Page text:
While historically, banks have been guilty of slacking when it comes to technological evolution, digital disruption has woken them to a harsh reality. If banks don’t get to where their customers are, new-age competition and those leading the way will do
so, and in the process mop the marketplace with the erstwhile giants.
It is this race for survival that has had banks turn their heads to cloud, especially public cloud as a means to the end. Even in the recent past, most banks were content with moving non-critical and non-core workloads to the cloud. How did the resistance
to cloud diminish?
A lot of what has changed in the past year or two can be attributed not just to the competition in the banking space, but also the fact that Cloud has itself evolved:
- Increased security and global certification against regional & global standards
- Better business continuity and availability of services offered
- Rapid expansion of Public cloud providers in new regions, establishing a higher degree of comfort among the regulators in terms of Data soverenity and compliance
Here’s how we expect the banking-on-cloud trend to play out in 2020 and beyond:
- The sharp rise in the use of public cloud PaaS services especially relational databases, data warehouse, and container-as-a-service combined with convenient private cloud options from public cloud providers that offer near on-premise experience are driving
migration of workloads that banks are typically reluctant to move to the public cloud. After turning to cloud for non-critical workloads and for international operations / new lines of business that required quick time to market, banks are now exploring options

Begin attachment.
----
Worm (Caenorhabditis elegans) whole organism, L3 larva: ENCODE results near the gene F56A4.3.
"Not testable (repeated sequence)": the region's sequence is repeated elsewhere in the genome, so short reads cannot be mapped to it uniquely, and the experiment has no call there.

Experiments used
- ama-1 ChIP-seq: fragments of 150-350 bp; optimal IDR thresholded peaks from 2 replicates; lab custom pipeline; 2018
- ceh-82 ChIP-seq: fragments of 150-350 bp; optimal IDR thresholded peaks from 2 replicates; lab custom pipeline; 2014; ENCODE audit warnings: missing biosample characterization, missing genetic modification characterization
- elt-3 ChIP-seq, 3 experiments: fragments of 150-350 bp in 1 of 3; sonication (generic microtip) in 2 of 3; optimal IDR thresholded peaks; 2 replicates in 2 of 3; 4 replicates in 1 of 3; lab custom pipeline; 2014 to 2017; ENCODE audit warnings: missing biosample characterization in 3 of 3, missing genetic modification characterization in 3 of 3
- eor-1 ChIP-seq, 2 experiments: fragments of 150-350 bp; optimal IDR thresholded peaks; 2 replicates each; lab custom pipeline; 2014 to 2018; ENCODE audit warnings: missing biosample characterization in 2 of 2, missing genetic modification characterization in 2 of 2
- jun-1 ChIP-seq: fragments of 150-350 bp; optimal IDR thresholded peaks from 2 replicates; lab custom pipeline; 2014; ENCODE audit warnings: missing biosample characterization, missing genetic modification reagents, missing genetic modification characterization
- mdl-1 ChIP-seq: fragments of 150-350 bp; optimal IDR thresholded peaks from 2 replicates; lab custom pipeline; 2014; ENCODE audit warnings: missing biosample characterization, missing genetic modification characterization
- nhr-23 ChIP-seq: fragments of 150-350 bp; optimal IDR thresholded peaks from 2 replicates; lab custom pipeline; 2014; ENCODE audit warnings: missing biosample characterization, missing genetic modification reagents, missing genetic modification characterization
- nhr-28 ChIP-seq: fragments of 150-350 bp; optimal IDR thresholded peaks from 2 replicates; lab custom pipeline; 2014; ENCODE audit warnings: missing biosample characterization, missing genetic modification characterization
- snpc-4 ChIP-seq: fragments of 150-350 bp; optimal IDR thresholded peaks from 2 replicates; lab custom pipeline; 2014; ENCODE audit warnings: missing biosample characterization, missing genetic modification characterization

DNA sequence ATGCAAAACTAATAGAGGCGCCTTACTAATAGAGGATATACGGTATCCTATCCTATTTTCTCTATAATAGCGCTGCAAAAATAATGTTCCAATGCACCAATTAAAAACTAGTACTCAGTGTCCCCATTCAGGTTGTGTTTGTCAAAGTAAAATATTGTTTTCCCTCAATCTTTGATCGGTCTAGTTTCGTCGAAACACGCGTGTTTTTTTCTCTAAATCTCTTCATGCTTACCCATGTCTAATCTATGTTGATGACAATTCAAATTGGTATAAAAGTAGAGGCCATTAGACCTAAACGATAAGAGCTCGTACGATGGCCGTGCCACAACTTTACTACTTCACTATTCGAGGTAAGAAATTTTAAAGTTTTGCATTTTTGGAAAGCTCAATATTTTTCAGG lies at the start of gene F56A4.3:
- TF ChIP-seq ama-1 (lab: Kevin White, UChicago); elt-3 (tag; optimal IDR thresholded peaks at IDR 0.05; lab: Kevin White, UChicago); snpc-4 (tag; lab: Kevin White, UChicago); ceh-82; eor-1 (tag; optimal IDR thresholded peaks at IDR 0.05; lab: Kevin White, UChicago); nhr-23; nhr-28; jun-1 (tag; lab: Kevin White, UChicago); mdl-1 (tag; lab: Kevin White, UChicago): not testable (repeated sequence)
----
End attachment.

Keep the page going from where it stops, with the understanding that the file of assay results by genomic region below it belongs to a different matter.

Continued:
to move higher workloads to the public cloud in their home countries with sizeable customer base.
- Industry estimates suggest that public cloud revenue will grow by about 17% in 2020 globally. The growth trend in financial services will mirror this cross-industry estimate. In 2020, a majority of financial service providers will have multi-cloud IT environments,
designed to enable workload portability and seamless delivery of functions across platforms.
- Public cloud IaaS and PaaS are expected to be the primary environment for 28% of the hosting and managed services workloads over the next two years, compared to just 9% today. Containers, Docker adoption, and container orchestration tools such as Kubernetes,
have also recorded a steep growth over the last couple of years. In 2020, containerization of legacy applications will be a necessary step in the large-scale migration of workloads to public cloud in banking, as more and more banks adopt multi-cloud architectures.
All said and done, single tenant will still be safe haven for banks due to confidential information and compliance. So how will banks reconcile with new environmental realities? How safe is the bet that Public Cloud IaaS and PaaS will grow multi-fold in
the next two years? The biggest question is – will it really happen?